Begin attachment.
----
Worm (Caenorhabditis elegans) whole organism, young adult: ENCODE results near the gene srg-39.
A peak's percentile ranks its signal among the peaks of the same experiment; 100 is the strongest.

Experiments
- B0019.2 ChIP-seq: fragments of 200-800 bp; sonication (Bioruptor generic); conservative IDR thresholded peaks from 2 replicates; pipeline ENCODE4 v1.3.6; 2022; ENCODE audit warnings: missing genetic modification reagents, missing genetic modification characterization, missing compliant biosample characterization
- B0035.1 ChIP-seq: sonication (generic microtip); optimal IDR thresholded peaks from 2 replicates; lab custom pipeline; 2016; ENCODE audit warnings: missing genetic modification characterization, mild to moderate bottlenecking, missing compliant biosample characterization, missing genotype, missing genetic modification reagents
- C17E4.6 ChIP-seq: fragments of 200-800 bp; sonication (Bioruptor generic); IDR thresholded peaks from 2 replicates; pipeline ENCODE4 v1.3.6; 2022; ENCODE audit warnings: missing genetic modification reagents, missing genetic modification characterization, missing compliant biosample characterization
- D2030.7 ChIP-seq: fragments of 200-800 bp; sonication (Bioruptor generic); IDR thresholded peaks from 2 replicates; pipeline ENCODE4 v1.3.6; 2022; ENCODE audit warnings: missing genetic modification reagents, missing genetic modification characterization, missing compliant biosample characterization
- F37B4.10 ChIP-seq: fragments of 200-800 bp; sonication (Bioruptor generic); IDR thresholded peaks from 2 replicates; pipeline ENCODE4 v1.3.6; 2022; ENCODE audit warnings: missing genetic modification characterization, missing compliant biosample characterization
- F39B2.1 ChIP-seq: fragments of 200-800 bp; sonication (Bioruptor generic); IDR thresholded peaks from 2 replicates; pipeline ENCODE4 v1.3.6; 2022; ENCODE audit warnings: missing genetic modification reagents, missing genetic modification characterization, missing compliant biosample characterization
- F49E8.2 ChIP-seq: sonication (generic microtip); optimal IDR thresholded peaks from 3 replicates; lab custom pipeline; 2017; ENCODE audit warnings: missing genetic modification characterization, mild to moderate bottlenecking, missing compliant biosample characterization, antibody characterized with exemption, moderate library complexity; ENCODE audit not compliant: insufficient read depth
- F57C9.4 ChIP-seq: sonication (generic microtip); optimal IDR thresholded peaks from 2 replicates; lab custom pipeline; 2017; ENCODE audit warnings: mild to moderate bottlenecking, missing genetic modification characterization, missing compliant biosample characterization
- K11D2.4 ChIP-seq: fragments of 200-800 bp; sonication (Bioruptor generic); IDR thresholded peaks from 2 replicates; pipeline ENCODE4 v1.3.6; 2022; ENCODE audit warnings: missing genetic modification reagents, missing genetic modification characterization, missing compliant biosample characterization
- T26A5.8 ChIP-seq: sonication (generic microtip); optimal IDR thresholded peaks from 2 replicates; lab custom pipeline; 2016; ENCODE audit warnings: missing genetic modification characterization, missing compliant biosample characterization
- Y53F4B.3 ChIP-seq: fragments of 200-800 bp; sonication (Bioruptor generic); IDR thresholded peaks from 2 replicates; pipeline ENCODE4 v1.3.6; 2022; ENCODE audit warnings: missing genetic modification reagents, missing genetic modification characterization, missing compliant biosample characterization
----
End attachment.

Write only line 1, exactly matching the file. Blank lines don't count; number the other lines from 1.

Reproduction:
Worm (Caenorhabditis elegans) whole organism, young adult: ENCODE results near the gene srg-39.